In 2008, the Smithsonian Institution Archives acquired two machines that allowed us to officially begin preservation-level digitization of videotapes in-house, saving us countless hours coordinating digitization with vendors, and giving us the ability to deliver material to researchers faster. The machines contained semi-automated video digitization software that would take the analog signal from a video deck and transcode it into a digital video file in almost real time. Using these machines, the Archives created Motion JPEG 2000 files in a MXF wrapper as our standard preservation format because it allowed us to create files with mathematically lossless compression. This is important for preservation files because it allows us to download, open, close, and save the files numerous times without losing any data.
Shortly after we began using the equipment, the manufacturer was acquired by another company, which was then sold in 2014. The new company continued maintenance on the machines until 2016, when it stopped supporting the product altogether, and we were directed to a different vendor for support. At that point, we knew it was time to start thinking about upgrading our video digitization equipment to something new.
Around the same time, several other units around the Smithsonian began performing their own in-house video digitization using an analog-to-digital converter and open source software. They also started moving away from Motion JPEG 2000 and towards the video codec FFV1 in a Matroska wrapper. FFV1 is another video preservation codec that touts mathematically lossless compression, but the files are generally processed much faster than Motion JPEG 2000, which saves time when creating access files for researchers.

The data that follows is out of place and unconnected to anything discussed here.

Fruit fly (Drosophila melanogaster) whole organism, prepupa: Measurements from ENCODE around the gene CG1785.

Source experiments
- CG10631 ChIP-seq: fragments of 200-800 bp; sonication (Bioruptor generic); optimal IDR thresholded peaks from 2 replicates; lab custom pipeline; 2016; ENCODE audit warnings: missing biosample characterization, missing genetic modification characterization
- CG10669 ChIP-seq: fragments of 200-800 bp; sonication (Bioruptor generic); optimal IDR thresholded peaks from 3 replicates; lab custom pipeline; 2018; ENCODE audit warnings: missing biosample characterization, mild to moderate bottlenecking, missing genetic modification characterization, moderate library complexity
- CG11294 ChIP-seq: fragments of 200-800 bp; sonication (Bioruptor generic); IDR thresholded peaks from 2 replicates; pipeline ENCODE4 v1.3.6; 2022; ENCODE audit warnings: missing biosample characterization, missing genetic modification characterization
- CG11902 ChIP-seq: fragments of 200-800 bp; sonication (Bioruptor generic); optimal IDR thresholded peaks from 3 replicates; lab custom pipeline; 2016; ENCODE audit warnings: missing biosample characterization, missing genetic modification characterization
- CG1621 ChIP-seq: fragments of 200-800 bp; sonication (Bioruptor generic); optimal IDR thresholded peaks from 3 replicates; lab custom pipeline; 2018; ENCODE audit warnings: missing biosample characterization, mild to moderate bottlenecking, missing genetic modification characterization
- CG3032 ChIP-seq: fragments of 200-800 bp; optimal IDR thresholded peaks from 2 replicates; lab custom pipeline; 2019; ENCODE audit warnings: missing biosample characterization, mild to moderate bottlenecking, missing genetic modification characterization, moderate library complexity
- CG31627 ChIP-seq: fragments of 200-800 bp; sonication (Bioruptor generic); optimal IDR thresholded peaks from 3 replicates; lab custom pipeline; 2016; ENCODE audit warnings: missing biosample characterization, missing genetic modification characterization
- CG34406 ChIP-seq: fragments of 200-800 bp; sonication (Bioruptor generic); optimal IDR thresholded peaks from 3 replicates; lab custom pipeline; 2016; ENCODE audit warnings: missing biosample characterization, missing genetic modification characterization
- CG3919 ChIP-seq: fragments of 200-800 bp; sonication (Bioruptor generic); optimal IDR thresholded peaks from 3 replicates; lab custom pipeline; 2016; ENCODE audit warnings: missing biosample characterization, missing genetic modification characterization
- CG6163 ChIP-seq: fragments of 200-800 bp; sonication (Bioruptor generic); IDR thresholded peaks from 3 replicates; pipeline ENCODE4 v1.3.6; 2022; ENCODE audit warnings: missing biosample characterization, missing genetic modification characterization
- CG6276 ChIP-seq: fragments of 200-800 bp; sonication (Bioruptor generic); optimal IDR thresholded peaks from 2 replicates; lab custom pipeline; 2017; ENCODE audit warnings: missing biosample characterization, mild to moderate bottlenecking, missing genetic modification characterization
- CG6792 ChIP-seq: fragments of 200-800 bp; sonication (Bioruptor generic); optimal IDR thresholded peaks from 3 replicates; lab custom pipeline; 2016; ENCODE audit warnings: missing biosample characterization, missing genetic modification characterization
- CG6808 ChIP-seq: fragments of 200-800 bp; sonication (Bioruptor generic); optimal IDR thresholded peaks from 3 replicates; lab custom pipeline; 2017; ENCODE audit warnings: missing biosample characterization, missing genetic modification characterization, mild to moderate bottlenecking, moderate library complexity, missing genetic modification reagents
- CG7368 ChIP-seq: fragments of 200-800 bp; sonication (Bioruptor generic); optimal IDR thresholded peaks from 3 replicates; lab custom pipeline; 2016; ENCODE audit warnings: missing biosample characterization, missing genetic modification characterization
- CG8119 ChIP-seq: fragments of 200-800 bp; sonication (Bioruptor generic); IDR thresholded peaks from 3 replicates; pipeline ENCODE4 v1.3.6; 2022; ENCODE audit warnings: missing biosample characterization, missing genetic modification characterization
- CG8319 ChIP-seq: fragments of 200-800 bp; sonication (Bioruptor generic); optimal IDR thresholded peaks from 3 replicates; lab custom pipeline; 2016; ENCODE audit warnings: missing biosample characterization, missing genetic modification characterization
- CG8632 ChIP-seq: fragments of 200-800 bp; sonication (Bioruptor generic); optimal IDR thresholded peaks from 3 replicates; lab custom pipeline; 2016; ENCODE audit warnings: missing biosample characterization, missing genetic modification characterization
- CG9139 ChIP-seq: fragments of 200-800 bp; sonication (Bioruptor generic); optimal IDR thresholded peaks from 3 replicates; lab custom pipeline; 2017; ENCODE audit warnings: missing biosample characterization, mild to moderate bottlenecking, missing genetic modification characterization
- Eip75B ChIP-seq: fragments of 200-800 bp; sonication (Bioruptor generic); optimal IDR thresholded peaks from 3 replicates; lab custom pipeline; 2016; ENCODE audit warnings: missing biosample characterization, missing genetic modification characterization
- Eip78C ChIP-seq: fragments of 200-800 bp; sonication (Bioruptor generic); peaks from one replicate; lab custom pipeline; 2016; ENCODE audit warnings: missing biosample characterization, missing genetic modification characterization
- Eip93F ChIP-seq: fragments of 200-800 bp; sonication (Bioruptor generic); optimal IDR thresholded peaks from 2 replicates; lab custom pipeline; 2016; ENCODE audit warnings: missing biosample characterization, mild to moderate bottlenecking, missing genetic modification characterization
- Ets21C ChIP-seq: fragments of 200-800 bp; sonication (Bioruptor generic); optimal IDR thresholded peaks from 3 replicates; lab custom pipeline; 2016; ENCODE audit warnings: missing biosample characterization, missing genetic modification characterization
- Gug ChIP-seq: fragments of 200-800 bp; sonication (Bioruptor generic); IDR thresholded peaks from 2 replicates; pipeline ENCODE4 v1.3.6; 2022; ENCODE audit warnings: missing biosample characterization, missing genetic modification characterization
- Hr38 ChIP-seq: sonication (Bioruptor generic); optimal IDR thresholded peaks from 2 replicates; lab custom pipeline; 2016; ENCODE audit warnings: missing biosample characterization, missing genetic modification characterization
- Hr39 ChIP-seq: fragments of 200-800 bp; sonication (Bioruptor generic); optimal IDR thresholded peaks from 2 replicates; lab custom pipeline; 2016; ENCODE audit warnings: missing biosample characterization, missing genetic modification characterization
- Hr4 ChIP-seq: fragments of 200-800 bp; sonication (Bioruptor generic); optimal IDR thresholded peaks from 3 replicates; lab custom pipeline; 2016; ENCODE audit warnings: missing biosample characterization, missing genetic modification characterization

Fast forward to 2018. At the Association of Moving Image Archivists (AMIA) annual conference, a group of archivists presented a panel on vrecord, an open source tool used to digitize analog videotapes. At this point, the Archives wasn’t quite ready to make the switch from Motion JPEG 2000 to FFV1, so one of the appeals of vrecord was that it would allow us to utilize more cost-effective hardware and software to create Motion JPEG 2000 files while still having the flexibility to switch to FFV1 at any point without additional cost. We purchased the necessary equipment to make the switch to our new, more cost-effective digitization setup, and in January 2020, we officially decommissioned the original hardware!
Our new setup features two analog-to-digital converters hooked up to Mac Minis that have vrecord installed. As part of the switch to open source software, we also decided to move to FFV1 in a Matroska wrapper as our preservation file of choice. This will allow us to take advantage of the features that vrecord offers, such as embedding the digitization logs directly into the video file as opposed to keeping a separate log file. Additionally, one of the issues that we encountered early on with the original hardware was that we could not have the machines hooked up to the Smithsonian network because there was the possibility of periodic updates from our central IT office breaking the software. With the new set up, the Mac Minis are hooked up to the network, allowing us to more easily update vrecord and other software when necessary, and shortening the process for getting the video files into our centrally managed Digital Asset Management System (DAMS). I’m excited to use the new software and equipment to continue preserving the Archives robust video collection!
- Digital Video Preservation: Continuing the Conversation, by Kira Sobers, The Bigger Picture, Smithsonian Institution Archives
- The Power of Collaboration, by Kira Sobers, The Bigger Picture, Smithsonian Institution Archives